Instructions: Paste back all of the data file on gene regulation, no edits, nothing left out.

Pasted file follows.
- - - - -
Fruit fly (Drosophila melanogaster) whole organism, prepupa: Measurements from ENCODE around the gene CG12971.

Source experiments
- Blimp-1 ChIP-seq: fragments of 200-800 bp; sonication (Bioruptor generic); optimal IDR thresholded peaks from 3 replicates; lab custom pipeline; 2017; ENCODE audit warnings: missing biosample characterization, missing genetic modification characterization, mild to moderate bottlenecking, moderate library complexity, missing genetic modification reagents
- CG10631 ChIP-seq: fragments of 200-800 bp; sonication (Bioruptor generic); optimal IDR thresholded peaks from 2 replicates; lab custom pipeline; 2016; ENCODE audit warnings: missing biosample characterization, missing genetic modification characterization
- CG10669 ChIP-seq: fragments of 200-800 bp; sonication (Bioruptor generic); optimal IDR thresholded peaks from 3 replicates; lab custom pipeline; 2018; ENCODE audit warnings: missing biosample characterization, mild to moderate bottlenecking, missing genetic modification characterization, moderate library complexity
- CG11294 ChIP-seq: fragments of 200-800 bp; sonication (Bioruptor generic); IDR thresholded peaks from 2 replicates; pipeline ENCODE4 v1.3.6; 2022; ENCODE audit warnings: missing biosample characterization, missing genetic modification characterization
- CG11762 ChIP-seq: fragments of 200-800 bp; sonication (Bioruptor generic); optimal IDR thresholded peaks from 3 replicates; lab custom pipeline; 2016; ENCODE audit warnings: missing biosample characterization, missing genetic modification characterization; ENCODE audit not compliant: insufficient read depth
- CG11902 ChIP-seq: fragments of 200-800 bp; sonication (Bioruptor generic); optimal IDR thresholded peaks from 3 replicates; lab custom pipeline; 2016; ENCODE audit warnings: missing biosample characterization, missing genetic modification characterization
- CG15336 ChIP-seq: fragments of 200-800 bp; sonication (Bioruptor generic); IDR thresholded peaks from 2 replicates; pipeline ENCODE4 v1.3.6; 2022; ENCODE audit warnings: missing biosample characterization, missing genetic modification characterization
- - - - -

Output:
Fruit fly (Drosophila melanogaster) whole organism, prepupa: Measurements from ENCODE around the gene CG12971.

Source experiments
- Blimp-1 ChIP-seq: fragments of 200-800 bp; sonication (Bioruptor generic); optimal IDR thresholded peaks from 3 replicates; lab custom pipeline; 2017; ENCODE audit warnings: missing biosample characterization, missing genetic modification characterization, mild to moderate bottlenecking, moderate library complexity, missing genetic modification reagents
- CG10631 ChIP-seq: fragments of 200-800 bp; sonication (Bioruptor generic); optimal IDR thresholded peaks from 2 replicates; lab custom pipeline; 2016; ENCODE audit warnings: missing biosample characterization, missing genetic modification characterization
- CG10669 ChIP-seq: fragments of 200-800 bp; sonication (Bioruptor generic); optimal IDR thresholded peaks from 3 replicates; lab custom pipeline; 2018; ENCODE audit warnings: missing biosample characterization, mild to moderate bottlenecking, missing genetic modification characterization, moderate library complexity
- CG11294 ChIP-seq: fragments of 200-800 bp; sonication (Bioruptor generic); IDR thresholded peaks from 2 replicates; pipeline ENCODE4 v1.3.6; 2022; ENCODE audit warnings: missing biosample characterization, missing genetic modification characterization
- CG11762 ChIP-seq: fragments of 200-800 bp; sonication (Bioruptor generic); optimal IDR thresholded peaks from 3 replicates; lab custom pipeline; 2016; ENCODE audit warnings: missing biosample characterization, missing genetic modification characterization; ENCODE audit not compliant: insufficient read depth
- CG11902 ChIP-seq: fragments of 200-800 bp; sonication (Bioruptor generic); optimal IDR thresholded peaks from 3 replicates; lab custom pipeline; 2016; ENCODE audit warnings: missing biosample characterization, missing genetic modification characterization
- CG15336 ChIP-seq: fragments of 200-800 bp; sonication (Bioruptor generic); IDR thresholded peaks from 2 replicates; pipeline ENCODE4 v1.3.6; 2022; ENCODE audit warnings: missing biosample characterization, missing genetic modification characterization